Not just the Ivies: Students send AP scores to community colleges

WASHINGTON – Advanced Placement exams and community colleges. They go together like… well, they never seemed to go together.

But that may not exactly be the case, according to numbers from the College Board, the organization that administers the AP tests that students across the country started taking this week.

The rigorous high school tests are more often associated with high-achieving students who can boost their grade-point averages or earn college credits through the courses and exams. But College Board data show that 4 to 5 percent of students who take the tests in Arizona regularly ask to have their scores sent to community colleges in the state.

(Graphic by Sarah Dinell)
Experts said they were not surprised by the numbers, saying the increasing popularity of community college as an affordable alternative to – or a start on – a four-year college degree is probably what’s behind the practice.

“It doesn’t really surprise me that you have a fair amount of people who send their AP scores to a community college,” said Neal McCluskey, the associate director of the Cato Institute’s Center for Educational Freedom.

“It’s recently been the case that people will look to do their first year or two at a community college because it’s cheaper, and then transfer to a four-year college,” McCluskey said.

Statistics from the College Board show that 1,438 of the 32,673 students who took an AP test in Arizona in 2014 asked to have their scores sent to community colleges in the state.

That’s about 4.4 percent of all Arizona AP test takers, a rate that has remained essentially the same for the past 10 years, according to the College Board.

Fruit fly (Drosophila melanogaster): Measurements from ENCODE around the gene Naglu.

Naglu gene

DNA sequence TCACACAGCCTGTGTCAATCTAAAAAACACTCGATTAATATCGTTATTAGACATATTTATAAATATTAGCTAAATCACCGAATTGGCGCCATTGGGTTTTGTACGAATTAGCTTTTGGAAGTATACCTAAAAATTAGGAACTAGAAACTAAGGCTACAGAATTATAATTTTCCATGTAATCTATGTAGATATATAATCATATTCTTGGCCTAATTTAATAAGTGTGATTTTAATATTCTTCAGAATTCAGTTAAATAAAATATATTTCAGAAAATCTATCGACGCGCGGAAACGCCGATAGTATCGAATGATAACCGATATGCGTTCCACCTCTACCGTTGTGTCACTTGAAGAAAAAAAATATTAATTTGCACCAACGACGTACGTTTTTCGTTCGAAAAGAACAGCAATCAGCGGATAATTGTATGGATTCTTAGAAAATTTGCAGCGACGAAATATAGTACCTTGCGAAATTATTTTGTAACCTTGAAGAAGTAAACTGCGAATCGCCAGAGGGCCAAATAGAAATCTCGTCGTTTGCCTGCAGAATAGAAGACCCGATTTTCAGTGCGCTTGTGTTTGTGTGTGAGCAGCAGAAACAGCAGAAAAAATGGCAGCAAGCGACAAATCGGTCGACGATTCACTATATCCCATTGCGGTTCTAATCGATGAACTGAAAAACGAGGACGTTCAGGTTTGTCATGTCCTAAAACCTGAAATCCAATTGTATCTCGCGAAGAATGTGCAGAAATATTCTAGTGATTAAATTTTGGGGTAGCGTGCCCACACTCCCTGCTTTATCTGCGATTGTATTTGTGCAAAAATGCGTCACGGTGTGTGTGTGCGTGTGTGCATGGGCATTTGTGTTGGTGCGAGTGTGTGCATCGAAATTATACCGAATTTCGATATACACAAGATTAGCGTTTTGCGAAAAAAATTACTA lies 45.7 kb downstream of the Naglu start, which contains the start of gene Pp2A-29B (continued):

During that time, the number of students taking the test in Arizona has exploded, from 11,535 in 2004 to 32,673 in 2014, a 183 percent increase. The number sending scores to community colleges increased at about the same rate, growing 177 percent from the 519 who targeted community colleges in 2004.

That steady growth in AP applications to community colleges has come even as the type of community college student has changed, one expert said.

“A lot of people have a vision of community college that it’s older folks, or younger people in high school taking an extra class, but we have more traditional-aged community college students now,” said Catherine Hill, the American Association of University Women’s vice president for research.

“If you look at community college students, about half of them are traditional college-aged students, so 18 to 24,” Hill said.

(Graphic by Sarah Dinell)
High school students can take AP tests in a range of subjects, from European history to calculus.

As the number of students taking the test has risen, so has the number of subjects they take tests in. The College Board said the 11,535 students who took an AP test in Arizona in 2004 sat for 19,590 AP tests total. By 2014, the numbers had risen to 32,673 Arizona students sitting for 57,161 exams.

Not surprisingly, the number of test results reported to community colleges has risen at the same time, from 699 in 2004 to 2,049 last year. That’s just under 3.6 percent of all tests taken in the state, the same percentage as 10 years ago.

Lindsey Burke, a Heritage Foundation education fellow, believes people are just becoming more careful before going to college.

“I think a lot of students are looking at the amount of debt that they have to take out and other opportunity costs – the amount of money they’re not earning by delaying entering the workforce – and are having some second thoughts about whether it’s ultimately worth it for them to take out all of this debt,” Burke said.

And debt concerns are part of the reason experts believe community college enrollment may be on the rise.

“For the most part we see a really, really large gap in costs of four-year education versus a community college education,” Hill said. “People are getting part of their degree at the associate level, and then transferring on to four-year programs. It’s a growing path in general.”

(Graphic by Sarah Dinell)